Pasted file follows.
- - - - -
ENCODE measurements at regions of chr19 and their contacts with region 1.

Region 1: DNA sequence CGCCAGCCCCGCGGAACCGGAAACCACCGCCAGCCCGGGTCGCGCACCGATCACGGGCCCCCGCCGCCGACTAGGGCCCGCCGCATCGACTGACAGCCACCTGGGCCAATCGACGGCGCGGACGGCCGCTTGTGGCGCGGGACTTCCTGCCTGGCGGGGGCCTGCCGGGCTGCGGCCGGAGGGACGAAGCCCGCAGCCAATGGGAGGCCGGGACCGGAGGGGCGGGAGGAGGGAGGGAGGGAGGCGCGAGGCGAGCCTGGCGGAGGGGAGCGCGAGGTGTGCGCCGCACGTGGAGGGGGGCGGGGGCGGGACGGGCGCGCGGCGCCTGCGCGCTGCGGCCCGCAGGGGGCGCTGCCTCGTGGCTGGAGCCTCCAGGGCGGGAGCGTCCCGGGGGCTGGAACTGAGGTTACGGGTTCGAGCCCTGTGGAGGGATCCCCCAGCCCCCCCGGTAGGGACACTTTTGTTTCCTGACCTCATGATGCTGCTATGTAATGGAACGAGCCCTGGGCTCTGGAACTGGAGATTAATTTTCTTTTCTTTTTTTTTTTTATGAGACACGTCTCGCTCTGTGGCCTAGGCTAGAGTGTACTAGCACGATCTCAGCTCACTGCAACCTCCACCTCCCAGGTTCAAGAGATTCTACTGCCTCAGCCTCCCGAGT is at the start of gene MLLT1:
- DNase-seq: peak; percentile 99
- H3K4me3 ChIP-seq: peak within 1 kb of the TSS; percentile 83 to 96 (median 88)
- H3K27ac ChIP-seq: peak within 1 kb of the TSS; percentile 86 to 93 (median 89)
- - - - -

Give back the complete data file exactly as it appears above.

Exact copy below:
ENCODE measurements at regions of chr19 and their contacts with region 1.

Region 1: DNA sequence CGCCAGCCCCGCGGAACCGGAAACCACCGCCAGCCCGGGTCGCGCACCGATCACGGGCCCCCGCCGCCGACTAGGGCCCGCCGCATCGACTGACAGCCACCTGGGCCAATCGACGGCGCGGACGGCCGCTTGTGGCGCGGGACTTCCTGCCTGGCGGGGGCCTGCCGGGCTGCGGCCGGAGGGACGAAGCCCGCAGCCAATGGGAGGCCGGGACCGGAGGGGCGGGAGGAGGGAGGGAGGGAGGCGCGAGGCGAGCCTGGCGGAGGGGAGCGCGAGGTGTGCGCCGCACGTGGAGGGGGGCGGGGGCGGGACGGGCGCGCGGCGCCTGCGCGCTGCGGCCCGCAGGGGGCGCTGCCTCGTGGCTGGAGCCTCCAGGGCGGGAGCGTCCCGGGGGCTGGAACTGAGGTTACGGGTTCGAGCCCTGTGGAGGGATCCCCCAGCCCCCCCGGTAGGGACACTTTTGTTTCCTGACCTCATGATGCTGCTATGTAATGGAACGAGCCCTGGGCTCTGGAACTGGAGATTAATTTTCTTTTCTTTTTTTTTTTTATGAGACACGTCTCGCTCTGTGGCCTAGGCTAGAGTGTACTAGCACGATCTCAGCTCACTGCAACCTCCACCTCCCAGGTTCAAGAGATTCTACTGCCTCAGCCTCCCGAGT is at the start of gene MLLT1:
- DNase-seq: peak; percentile 99
- H3K4me3 ChIP-seq: peak within 1 kb of the TSS; percentile 83 to 96 (median 88)
- H3K27ac ChIP-seq: peak within 1 kb of the TSS; percentile 86 to 93 (median 89)